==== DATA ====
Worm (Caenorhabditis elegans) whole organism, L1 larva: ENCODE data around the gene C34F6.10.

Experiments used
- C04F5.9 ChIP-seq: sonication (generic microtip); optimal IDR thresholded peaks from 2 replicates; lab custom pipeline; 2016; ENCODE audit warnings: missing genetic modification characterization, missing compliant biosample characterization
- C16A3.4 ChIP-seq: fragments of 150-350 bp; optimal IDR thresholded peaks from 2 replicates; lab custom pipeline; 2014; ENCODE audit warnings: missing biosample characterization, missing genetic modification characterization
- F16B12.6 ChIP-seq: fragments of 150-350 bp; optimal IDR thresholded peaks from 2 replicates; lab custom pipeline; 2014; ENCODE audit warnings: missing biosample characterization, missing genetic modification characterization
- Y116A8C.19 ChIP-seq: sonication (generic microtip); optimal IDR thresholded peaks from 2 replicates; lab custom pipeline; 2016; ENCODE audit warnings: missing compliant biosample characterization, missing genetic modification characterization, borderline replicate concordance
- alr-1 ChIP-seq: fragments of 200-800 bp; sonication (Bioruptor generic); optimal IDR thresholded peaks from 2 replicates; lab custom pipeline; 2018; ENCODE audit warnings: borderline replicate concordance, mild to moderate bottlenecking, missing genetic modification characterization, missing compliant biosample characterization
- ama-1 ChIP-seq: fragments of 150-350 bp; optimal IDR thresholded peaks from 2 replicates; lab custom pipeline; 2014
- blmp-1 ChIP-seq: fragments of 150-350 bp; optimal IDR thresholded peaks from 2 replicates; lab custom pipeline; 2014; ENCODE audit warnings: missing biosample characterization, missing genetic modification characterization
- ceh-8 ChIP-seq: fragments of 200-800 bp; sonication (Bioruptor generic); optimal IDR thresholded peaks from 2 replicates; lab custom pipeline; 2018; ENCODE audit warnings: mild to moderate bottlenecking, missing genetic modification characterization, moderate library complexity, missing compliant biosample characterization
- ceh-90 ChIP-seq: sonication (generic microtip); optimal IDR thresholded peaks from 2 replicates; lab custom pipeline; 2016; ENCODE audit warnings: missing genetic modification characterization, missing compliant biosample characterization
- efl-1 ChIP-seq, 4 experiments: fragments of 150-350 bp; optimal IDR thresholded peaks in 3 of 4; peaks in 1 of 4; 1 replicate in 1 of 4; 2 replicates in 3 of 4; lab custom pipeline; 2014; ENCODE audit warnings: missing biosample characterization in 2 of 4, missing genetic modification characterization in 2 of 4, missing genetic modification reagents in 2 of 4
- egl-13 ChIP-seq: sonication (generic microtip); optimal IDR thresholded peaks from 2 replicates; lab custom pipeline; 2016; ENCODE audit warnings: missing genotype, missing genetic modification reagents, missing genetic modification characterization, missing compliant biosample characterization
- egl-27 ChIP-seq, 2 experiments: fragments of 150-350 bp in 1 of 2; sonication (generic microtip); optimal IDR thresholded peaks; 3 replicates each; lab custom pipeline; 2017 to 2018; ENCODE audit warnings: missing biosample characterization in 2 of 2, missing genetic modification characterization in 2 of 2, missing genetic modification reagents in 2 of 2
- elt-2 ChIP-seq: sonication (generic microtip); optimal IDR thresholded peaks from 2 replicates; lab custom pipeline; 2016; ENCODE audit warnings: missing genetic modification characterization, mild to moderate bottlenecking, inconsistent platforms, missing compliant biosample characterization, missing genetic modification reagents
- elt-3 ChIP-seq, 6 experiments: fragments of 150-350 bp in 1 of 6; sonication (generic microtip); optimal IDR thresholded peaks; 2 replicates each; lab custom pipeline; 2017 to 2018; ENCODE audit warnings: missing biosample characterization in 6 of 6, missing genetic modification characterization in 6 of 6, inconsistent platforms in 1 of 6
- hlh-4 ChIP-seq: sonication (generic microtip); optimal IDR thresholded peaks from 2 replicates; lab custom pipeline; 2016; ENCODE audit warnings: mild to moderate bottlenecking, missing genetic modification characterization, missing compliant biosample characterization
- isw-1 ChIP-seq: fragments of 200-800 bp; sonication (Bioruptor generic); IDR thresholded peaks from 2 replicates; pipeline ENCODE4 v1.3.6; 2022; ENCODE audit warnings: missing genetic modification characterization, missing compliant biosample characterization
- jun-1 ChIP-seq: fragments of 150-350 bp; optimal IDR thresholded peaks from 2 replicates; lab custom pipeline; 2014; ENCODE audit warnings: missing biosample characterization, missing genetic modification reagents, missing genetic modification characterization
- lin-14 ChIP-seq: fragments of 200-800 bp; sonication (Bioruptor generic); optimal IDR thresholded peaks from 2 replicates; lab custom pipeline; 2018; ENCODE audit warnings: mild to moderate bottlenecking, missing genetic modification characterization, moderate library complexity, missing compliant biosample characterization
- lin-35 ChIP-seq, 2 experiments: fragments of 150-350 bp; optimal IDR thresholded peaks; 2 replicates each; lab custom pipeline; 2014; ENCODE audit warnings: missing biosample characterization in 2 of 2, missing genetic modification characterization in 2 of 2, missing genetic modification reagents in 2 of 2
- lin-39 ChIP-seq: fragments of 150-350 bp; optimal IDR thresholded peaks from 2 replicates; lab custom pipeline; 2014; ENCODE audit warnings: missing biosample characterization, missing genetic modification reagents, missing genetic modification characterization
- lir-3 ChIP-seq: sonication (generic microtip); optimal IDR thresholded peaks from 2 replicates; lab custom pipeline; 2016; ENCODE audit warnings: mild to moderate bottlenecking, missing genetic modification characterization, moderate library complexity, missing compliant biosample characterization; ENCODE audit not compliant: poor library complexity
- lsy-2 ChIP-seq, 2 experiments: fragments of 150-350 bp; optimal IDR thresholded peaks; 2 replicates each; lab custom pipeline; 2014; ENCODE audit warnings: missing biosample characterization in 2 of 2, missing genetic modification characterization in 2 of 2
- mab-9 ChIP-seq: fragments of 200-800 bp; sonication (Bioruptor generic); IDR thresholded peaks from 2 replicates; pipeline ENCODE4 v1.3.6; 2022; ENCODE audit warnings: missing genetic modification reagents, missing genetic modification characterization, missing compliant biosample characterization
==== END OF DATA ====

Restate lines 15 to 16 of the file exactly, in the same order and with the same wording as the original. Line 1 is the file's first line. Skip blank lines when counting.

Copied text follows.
- elt-2 ChIP-seq: sonication (generic microtip); optimal IDR thresholded peaks from 2 replicates; lab custom pipeline; 2016; ENCODE audit warnings: missing genetic modification characterization, mild to moderate bottlenecking, inconsistent platforms, missing compliant biosample characterization, missing genetic modification reagents
- elt-3 ChIP-seq, 6 experiments: fragments of 150-350 bp in 1 of 6; sonication (generic microtip); optimal IDR thresholded peaks; 2 replicates each; lab custom pipeline; 2017 to 2018; ENCODE audit warnings: missing biosample characterization in 6 of 6, missing genetic modification characterization in 6 of 6, inconsistent platforms in 1 of 6